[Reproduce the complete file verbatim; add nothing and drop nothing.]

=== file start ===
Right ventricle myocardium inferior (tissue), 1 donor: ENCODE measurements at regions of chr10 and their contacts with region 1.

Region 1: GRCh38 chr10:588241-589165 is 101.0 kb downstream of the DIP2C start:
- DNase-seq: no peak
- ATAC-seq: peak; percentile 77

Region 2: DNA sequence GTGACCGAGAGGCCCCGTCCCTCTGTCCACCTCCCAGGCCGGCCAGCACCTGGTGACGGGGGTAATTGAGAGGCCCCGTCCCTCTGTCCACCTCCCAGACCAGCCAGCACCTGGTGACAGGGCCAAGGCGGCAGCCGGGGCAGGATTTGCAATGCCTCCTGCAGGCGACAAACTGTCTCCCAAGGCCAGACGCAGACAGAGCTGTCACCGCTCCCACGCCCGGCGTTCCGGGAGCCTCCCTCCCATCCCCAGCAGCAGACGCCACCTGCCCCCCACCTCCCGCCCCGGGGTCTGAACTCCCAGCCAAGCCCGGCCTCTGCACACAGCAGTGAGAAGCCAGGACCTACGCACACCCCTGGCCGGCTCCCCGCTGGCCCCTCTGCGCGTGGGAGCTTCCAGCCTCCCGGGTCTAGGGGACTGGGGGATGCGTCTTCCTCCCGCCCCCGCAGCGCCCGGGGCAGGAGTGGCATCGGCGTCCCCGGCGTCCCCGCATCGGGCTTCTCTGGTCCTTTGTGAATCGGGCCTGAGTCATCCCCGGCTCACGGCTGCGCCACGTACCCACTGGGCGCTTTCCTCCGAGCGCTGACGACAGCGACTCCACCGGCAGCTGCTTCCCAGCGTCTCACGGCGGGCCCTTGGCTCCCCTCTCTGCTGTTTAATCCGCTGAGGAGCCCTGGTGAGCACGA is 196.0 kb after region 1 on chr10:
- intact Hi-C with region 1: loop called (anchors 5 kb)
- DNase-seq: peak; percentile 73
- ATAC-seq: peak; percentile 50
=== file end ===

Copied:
Right ventricle myocardium inferior (tissue), 1 donor: ENCODE measurements at regions of chr10 and their contacts with region 1.

Region 1: GRCh38 chr10:588241-589165 is 101.0 kb downstream of the DIP2C start:
- DNase-seq: no peak
- ATAC-seq: peak; percentile 77

Region 2: DNA sequence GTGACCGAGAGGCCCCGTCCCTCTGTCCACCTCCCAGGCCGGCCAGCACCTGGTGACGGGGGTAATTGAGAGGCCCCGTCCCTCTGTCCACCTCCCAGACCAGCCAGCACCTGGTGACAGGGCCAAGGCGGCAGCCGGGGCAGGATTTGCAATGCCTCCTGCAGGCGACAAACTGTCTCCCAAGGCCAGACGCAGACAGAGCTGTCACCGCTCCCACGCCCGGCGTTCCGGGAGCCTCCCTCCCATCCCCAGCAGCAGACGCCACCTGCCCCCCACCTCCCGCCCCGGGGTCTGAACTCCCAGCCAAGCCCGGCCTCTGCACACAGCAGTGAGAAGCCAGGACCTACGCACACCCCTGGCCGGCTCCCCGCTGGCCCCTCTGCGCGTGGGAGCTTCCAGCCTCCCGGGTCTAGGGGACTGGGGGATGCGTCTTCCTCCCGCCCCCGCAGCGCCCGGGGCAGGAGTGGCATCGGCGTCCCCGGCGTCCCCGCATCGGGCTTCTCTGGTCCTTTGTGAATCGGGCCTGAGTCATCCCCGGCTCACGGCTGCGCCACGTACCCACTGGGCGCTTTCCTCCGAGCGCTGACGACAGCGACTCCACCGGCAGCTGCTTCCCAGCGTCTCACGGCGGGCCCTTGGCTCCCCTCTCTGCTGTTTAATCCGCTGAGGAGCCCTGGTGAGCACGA is 196.0 kb after region 1 on chr10:
- intact Hi-C with region 1: loop called (anchors 5 kb)
- DNase-seq: peak; percentile 73
- ATAC-seq: peak; percentile 50